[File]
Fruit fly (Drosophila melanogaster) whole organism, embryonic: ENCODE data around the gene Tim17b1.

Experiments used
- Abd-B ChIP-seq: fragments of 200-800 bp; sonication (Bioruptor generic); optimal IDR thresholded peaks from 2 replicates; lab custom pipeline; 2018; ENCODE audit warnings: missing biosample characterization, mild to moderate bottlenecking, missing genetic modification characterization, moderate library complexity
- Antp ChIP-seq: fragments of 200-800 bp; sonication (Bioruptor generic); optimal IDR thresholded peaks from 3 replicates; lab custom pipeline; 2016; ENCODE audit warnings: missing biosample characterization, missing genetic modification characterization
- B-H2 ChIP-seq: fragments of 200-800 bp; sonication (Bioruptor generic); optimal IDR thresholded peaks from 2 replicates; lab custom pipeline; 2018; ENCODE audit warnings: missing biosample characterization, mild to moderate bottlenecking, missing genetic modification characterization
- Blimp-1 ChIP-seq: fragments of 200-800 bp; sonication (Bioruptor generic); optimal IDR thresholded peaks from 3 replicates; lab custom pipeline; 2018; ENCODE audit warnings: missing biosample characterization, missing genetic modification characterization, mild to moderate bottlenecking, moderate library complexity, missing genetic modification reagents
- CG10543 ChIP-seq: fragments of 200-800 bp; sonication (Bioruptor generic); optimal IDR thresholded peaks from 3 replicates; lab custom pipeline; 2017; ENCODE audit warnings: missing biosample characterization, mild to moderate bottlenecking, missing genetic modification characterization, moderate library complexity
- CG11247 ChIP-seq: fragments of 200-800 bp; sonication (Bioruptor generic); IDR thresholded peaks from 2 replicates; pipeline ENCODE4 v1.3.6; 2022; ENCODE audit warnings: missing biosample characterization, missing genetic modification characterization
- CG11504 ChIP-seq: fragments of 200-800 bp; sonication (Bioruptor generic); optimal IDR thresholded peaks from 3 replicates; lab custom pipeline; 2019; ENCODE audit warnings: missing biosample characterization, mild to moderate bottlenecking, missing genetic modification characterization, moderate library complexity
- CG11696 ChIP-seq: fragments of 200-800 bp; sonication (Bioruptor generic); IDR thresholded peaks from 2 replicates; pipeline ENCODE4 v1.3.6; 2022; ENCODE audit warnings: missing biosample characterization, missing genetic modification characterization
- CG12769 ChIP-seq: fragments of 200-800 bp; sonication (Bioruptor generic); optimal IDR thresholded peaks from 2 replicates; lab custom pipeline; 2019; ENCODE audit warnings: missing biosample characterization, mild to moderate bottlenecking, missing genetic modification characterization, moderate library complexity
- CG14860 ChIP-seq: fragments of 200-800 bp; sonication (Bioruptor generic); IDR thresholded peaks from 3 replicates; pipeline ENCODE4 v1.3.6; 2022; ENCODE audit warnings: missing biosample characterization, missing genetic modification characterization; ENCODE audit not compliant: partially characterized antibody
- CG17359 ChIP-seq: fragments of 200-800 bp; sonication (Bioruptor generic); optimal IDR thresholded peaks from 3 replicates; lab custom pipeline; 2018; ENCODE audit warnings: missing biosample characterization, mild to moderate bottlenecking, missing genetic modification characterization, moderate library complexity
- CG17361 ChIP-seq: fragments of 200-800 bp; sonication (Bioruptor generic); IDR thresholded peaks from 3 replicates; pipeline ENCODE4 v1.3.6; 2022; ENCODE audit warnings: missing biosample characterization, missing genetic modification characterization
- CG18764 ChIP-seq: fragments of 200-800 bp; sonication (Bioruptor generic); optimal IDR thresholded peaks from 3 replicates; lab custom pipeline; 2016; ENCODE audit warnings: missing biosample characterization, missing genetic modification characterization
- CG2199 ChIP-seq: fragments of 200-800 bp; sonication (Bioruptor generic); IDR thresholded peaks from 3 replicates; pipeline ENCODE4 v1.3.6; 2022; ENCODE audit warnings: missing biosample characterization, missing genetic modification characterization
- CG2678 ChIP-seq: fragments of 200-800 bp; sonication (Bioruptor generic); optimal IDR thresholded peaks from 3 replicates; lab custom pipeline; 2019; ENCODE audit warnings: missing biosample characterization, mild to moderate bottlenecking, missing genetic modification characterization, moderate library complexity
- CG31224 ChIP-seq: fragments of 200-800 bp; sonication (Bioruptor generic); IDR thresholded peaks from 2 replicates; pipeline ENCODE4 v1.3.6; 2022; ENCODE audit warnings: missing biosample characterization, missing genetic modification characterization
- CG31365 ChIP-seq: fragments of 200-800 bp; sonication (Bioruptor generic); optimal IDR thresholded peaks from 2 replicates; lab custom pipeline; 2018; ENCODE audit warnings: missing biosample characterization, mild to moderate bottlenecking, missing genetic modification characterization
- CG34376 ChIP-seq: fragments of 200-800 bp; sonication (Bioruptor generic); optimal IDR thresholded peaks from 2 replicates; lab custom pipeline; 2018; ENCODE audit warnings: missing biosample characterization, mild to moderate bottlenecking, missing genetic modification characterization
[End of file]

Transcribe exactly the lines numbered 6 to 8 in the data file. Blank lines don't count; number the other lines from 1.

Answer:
- Blimp-1 ChIP-seq: fragments of 200-800 bp; sonication (Bioruptor generic); optimal IDR thresholded peaks from 3 replicates; lab custom pipeline; 2018; ENCODE audit warnings: missing biosample characterization, missing genetic modification characterization, mild to moderate bottlenecking, moderate library complexity, missing genetic modification reagents
- CG10543 ChIP-seq: fragments of 200-800 bp; sonication (Bioruptor generic); optimal IDR thresholded peaks from 3 replicates; lab custom pipeline; 2017; ENCODE audit warnings: missing biosample characterization, mild to moderate bottlenecking, missing genetic modification characterization, moderate library complexity
- CG11247 ChIP-seq: fragments of 200-800 bp; sonication (Bioruptor generic); IDR thresholded peaks from 2 replicates; pipeline ENCODE4 v1.3.6; 2022; ENCODE audit warnings: missing biosample characterization, missing genetic modification characterization